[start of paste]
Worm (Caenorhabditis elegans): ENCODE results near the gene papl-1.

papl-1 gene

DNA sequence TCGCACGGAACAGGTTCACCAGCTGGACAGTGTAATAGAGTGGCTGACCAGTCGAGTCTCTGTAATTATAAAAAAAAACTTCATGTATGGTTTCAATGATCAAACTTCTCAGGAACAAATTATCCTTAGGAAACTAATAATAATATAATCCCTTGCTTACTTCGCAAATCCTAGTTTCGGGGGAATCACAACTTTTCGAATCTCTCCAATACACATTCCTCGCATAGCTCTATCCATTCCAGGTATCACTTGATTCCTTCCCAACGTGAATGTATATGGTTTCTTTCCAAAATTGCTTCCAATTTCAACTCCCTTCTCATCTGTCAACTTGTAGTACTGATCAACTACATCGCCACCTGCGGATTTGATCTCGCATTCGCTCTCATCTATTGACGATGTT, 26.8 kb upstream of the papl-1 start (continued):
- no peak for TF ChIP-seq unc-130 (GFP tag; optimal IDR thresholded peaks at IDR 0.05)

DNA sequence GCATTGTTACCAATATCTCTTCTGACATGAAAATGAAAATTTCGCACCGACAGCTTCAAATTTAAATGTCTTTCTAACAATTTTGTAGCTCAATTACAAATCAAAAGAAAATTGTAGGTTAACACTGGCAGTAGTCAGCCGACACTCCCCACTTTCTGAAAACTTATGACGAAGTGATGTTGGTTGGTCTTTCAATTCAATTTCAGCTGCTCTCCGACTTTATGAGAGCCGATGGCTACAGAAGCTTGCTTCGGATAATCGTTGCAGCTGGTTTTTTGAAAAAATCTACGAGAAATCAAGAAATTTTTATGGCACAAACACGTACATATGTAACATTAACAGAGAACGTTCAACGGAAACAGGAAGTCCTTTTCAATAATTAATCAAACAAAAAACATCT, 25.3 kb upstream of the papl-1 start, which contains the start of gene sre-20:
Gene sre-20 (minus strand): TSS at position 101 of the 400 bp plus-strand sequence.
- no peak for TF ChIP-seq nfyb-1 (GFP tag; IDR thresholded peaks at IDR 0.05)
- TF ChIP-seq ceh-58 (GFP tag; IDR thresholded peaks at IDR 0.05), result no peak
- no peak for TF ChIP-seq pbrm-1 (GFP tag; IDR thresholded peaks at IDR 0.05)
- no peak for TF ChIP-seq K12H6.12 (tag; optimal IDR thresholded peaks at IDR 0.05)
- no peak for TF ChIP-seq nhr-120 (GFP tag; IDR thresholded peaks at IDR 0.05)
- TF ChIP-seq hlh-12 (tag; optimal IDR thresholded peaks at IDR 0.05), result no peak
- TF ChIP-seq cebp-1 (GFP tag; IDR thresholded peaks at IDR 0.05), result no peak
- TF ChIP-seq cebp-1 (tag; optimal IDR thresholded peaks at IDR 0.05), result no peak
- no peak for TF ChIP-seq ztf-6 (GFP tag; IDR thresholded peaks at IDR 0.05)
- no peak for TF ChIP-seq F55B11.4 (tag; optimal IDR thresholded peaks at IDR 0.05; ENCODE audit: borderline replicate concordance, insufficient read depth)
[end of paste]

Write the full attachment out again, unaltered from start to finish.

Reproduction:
Worm (Caenorhabditis elegans): ENCODE results near the gene papl-1.

papl-1 gene

DNA sequence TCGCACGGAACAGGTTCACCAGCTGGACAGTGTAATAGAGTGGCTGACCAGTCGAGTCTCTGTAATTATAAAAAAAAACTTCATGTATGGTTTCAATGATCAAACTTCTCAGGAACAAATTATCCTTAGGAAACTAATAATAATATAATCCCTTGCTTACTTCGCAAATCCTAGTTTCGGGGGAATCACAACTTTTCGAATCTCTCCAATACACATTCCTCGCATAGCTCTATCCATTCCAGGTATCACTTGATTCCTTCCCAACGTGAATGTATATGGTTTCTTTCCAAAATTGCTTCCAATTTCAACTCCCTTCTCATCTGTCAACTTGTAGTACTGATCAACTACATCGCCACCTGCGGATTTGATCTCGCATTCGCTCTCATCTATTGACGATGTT, 26.8 kb upstream of the papl-1 start (continued):
- no peak for TF ChIP-seq unc-130 (GFP tag; optimal IDR thresholded peaks at IDR 0.05)

DNA sequence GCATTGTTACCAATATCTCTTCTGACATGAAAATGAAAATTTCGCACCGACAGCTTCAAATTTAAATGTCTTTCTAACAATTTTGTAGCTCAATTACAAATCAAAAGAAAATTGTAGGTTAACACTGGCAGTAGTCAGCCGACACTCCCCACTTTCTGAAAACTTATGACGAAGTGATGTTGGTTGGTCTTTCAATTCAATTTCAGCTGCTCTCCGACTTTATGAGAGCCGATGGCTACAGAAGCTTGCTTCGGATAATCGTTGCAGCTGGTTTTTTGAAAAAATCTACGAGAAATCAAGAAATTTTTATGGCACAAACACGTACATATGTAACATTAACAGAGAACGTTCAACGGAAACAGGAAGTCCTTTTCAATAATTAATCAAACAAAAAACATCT, 25.3 kb upstream of the papl-1 start, which contains the start of gene sre-20:
Gene sre-20 (minus strand): TSS at position 101 of the 400 bp plus-strand sequence.
- no peak for TF ChIP-seq nfyb-1 (GFP tag; IDR thresholded peaks at IDR 0.05)
- TF ChIP-seq ceh-58 (GFP tag; IDR thresholded peaks at IDR 0.05), result no peak
- no peak for TF ChIP-seq pbrm-1 (GFP tag; IDR thresholded peaks at IDR 0.05)
- no peak for TF ChIP-seq K12H6.12 (tag; optimal IDR thresholded peaks at IDR 0.05)
- no peak for TF ChIP-seq nhr-120 (GFP tag; IDR thresholded peaks at IDR 0.05)
- TF ChIP-seq hlh-12 (tag; optimal IDR thresholded peaks at IDR 0.05), result no peak
- TF ChIP-seq cebp-1 (GFP tag; IDR thresholded peaks at IDR 0.05), result no peak
- TF ChIP-seq cebp-1 (tag; optimal IDR thresholded peaks at IDR 0.05), result no peak
- no peak for TF ChIP-seq ztf-6 (GFP tag; IDR thresholded peaks at IDR 0.05)
- no peak for TF ChIP-seq F55B11.4 (tag; optimal IDR thresholded peaks at IDR 0.05; ENCODE audit: borderline replicate concordance, insufficient read depth)